-         Unsupported: the floor was counted on to provide all of the support needed.

 


The different support styles we utilized.

 

Any game that utilizes the 28mm version of this building will definitely focus on the building itself – our model measures out at over two feet long without the base, which kind of guarantees it will attract your little lead men if your table is 4x6 or smaller.

 

The roofs of this building range from small – about 4x4 inches at the base – to huge. We took Scott’s advice in the PaperTerrain instructions, and reinforced all of the roofs with balsa. We’re pleased with the results of this reinforcement, and will likely use the same method with our unassembled 28mm PaperTerrain EuroVillage buildings (only one of that kit is unassembled at this time). The other buildings in the EuroVillage set are reinforced with foamcore, and we just like the thin and slightly flexible balsa wood.

 


A view of the inside of the temple.

 

There are five internal subdivisions of this building – the center tower, north, south, east, and west wings. The central tower has a floor on it for ringing the bell, all of the rest is single level.

 

Most PaperTerrain buildings come with both inside and outside walls that you either glue together or glue to either side of whatever reinforcement you’re using. This building does not, and the reason is obvious. There are a lot of sheets of cardstock already delivered with this set, and basically doubling the number required to send separate internal walls would increase the price significantly. Since this 28mm version costs $50 USD without the internal walls, it seems that providing them would be prohibitive.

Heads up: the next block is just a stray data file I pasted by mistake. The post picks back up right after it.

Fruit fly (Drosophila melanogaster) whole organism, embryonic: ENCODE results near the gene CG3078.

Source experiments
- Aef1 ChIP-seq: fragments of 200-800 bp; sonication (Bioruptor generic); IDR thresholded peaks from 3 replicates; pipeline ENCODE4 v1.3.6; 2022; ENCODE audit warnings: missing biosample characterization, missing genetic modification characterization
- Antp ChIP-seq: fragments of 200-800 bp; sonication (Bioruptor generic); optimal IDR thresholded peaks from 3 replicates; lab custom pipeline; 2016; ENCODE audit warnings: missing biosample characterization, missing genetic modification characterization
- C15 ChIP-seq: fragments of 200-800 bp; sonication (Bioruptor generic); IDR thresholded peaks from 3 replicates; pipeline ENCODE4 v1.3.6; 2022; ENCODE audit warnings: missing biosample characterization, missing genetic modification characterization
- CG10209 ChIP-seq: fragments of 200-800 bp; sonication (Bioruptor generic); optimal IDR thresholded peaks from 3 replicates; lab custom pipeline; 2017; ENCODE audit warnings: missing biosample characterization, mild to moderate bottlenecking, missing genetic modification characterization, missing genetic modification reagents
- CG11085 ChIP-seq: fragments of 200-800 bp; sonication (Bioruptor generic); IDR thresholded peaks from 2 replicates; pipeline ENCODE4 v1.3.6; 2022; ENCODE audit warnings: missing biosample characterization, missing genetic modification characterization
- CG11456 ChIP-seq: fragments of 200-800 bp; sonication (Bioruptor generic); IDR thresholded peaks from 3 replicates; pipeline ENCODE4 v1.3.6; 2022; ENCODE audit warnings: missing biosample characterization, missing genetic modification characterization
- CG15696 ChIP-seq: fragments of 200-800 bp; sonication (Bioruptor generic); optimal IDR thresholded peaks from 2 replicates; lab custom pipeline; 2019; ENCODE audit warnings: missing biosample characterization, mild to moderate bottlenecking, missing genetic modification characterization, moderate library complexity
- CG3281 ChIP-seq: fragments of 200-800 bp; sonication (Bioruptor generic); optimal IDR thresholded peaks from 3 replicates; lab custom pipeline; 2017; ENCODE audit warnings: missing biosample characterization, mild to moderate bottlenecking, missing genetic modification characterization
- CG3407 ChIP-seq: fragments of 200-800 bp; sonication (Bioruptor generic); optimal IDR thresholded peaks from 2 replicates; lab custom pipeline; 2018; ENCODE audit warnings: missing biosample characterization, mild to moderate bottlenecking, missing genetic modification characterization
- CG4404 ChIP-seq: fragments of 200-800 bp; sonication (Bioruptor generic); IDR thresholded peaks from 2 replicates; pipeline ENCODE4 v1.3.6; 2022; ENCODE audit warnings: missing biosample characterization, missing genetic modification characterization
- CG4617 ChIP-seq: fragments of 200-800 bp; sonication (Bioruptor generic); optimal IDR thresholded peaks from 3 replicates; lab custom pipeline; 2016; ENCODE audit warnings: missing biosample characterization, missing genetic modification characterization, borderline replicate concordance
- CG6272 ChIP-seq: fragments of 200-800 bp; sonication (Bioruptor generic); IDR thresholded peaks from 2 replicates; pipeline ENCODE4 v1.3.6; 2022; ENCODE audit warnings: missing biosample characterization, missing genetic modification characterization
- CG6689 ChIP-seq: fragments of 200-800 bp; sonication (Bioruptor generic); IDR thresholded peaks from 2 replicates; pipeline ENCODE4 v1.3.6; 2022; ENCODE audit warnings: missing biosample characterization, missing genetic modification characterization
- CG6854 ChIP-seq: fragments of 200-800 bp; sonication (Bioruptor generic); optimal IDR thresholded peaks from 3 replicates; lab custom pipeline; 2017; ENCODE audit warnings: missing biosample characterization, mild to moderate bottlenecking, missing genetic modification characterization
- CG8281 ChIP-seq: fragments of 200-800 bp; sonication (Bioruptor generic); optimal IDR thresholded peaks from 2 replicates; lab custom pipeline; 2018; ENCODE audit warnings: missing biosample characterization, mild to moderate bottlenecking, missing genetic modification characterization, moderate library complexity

The chapel at St. Mere Eglise is surrounded by a large-cobbled stone courtyard – that we have reproduced here with graphics we generated in The Gimp. PaperTerrain doesn’t provide the outside base of any building, but it would be nice in this case since the temple being depicted had a specific style of ground around it. Until Scott decides to put together an optional kit with things like internal walls and this surrounding stone, we offer the template for the courtyard in GIF format. Just print it out and glue it around the building. It takes some work to get it to line up correctly if you apply it after the building, so I would recommend that you glue squares of this stonework down to your base before gluing the chapel into place.

 


From the side with the VFM and Foundry figures.

 

The west wing of the temple is huge, capable of holding two 1:48th tanks comfortably – though the picture is for sizing purposes only, since there isn’t a door large enough to fit a tank through anywhere in the building.

 

The east wing is more complex but still rather large. In our case, this is where we chose to forego reinforcement of the walls to show you what the effects might be. As you can see, they’re less than stellar. We recommend using 1/4 inch balsa to reinforce along the top of the walls to get the same type of straight, even walls that you see in the west wing pictures.

 

If you take some time and use some caution, this model comes out absolutely beautiful. The minor issues Scott had with directions in the first few copies that went out have been resolved, and if you like to use large buildings – particularly chapels – in your gaming, this is definitely worth your while. You certainly won’t find another temple of this size on the market for anywhere near this price.

 

My unfiltered opinion? This thing rocks. The only problem we have at this point is storage of something so large, but it certainly looks great in both World War II and Fantasy wargaming.

 

Sourcing

Direct from PaperTerrain 

Pricing: $50.00 for 25/28mm, $15.00 for 6mm, other scales (10/15/20) in between. All in USD.